JAMES HERRIOT JR., Albion. Burglary, controlled substance, parole violation.
VINSON HILL, Ukiah. Under influence, controlled substance, paraphernalia.
THOMAS LANGENDERFER, Albion. Burglary.
JUAN LOPEZ, Willits. Community Supervision violation, probation revocation.
DAVID MABRAY JR., Greenwood/Willits. DUI.
YVETTE MCNALLY, Redwood Valley. Protective order violation.
MARCUS MELOY, Point Arena. Parole violation.
SHANE MILLER JR., Ukiah. Under influence, probation revocation.
TASHA ORNELAS, Ukiah. Under influence, probation revocation. (Frequent Flyer)
JOHN PALACIOS, Ukiah. Under influence.
DANIEL REED, Willits. Probation revocation.
ZACHARIA ROZEK, Redwood Valley. Controlled substance, probation revocation.
CHRISTOPHER THOMPSON, Ukiah. DUI.
ROGELIO ZARATE, Ukiah. Ex-felon with firearm, brandishing where children gather.
"Establishment" is now a meaningless word, with one faction of the establishment accusing another of being "establishment." Another co-opted term. In the 60's we knew all of it was the establishment - politics, business, military. The guys in suits and uniforms with the Stepford wives. One republican or democrat calling another "establishment" is absurd. It's too late, kids. If one republican is "establishment" but another is not, the term is really dead. Just as "progressive" is dead when every democrat claims it.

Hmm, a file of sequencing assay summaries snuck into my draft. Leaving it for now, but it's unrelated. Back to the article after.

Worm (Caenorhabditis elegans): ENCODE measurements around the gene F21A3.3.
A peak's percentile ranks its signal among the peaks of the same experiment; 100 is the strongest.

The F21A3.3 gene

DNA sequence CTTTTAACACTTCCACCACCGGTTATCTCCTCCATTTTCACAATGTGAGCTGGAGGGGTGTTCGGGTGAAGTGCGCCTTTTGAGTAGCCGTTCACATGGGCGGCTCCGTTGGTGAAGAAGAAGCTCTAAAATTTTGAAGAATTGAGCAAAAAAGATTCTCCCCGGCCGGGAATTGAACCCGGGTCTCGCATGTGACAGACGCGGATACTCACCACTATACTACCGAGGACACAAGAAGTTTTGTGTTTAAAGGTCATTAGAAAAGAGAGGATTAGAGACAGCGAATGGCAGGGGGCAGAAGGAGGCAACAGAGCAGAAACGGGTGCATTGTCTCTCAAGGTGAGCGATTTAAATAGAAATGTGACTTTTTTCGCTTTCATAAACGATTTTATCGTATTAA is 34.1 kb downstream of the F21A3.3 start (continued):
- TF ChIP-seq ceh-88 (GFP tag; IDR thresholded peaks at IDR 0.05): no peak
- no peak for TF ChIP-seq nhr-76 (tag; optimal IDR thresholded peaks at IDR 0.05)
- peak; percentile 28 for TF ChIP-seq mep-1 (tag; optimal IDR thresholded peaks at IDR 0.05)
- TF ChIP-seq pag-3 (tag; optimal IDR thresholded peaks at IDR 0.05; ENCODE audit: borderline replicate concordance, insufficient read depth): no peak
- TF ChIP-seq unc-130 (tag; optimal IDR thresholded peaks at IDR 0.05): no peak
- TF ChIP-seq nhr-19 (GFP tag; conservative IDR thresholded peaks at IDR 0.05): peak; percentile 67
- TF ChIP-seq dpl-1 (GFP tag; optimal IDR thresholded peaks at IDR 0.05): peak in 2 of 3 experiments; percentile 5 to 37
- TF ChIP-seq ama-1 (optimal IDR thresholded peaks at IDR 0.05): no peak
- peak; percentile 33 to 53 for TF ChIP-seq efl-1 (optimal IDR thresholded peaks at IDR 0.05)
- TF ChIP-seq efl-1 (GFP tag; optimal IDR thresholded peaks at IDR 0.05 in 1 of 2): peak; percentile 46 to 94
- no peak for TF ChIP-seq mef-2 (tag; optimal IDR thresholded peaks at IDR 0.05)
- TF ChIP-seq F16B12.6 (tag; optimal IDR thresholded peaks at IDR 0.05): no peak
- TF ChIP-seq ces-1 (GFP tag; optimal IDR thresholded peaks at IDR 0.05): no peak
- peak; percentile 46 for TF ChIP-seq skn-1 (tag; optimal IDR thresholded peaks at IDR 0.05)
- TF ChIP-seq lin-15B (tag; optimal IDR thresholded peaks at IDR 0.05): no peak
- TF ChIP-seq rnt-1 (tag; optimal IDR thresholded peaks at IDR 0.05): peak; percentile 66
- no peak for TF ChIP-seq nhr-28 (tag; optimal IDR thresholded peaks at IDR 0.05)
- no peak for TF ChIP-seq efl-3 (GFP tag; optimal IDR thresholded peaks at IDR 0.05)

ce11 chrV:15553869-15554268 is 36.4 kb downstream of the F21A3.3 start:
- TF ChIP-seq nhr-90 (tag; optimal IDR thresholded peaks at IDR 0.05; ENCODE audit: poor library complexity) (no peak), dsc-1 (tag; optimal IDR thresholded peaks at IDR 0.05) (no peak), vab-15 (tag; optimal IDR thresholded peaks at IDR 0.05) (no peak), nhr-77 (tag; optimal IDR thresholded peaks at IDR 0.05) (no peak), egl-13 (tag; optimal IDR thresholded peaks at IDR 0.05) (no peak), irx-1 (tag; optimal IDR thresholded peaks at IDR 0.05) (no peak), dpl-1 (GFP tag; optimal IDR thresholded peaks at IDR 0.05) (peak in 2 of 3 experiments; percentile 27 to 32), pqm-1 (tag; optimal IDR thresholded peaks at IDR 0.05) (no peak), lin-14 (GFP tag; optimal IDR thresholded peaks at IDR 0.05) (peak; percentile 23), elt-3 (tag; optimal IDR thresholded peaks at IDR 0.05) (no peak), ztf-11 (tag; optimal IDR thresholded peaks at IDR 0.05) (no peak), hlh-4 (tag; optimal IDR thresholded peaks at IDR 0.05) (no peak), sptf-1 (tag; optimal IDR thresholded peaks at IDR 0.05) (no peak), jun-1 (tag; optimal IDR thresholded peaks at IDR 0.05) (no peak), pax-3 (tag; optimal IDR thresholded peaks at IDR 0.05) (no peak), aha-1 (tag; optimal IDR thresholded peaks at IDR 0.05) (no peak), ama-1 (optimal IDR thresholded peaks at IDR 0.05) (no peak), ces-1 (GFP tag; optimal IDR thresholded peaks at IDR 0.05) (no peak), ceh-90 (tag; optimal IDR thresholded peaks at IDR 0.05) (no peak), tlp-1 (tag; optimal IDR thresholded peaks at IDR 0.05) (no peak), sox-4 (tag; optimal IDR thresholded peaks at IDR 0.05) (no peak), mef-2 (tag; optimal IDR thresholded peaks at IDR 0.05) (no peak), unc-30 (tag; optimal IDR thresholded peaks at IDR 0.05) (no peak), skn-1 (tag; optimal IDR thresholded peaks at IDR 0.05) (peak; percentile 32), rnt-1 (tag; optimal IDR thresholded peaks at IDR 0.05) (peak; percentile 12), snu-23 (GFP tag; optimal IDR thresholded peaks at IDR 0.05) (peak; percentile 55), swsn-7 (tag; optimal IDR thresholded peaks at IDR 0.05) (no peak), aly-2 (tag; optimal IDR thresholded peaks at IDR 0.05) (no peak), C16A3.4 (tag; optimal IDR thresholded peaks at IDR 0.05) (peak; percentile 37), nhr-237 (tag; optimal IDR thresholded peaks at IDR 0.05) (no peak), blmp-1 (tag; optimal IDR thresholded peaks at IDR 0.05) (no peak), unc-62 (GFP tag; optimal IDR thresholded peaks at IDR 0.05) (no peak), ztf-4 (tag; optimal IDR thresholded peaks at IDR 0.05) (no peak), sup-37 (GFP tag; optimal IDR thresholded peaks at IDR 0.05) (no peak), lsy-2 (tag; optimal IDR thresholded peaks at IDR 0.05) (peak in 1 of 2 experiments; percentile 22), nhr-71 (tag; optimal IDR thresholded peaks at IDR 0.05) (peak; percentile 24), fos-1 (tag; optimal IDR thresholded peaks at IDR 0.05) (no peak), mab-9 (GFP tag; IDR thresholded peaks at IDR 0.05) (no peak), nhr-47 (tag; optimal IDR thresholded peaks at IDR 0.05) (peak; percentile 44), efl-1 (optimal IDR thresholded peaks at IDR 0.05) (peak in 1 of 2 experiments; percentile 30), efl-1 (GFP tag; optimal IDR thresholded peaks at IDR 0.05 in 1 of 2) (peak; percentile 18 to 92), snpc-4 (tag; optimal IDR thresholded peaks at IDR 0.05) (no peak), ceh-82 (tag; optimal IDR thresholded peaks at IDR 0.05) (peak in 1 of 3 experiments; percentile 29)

Reading 1984 again, realizing I was a bit young at 14 to really understand it the first time. Orwell was dead-spot-on, whether you see his nightmare society as right or left wing, the wings belonging to the same bird, to paraphrase the anonymous native American quote circulating on facebook. That bird is The Establishment, portrayed as 1984's "hierarchical society." Orwell predicted intrusive technology and mass media propaganda, but being British, he could not have imagined the American redneck "good ol' boy" thing that gave us George W Bush or the celebrity culture that gave us OJ Simpson, the Kardashians, the Super Bowl, Reagan and Schwarzenegger, or "evangelical" mega-monster-churches.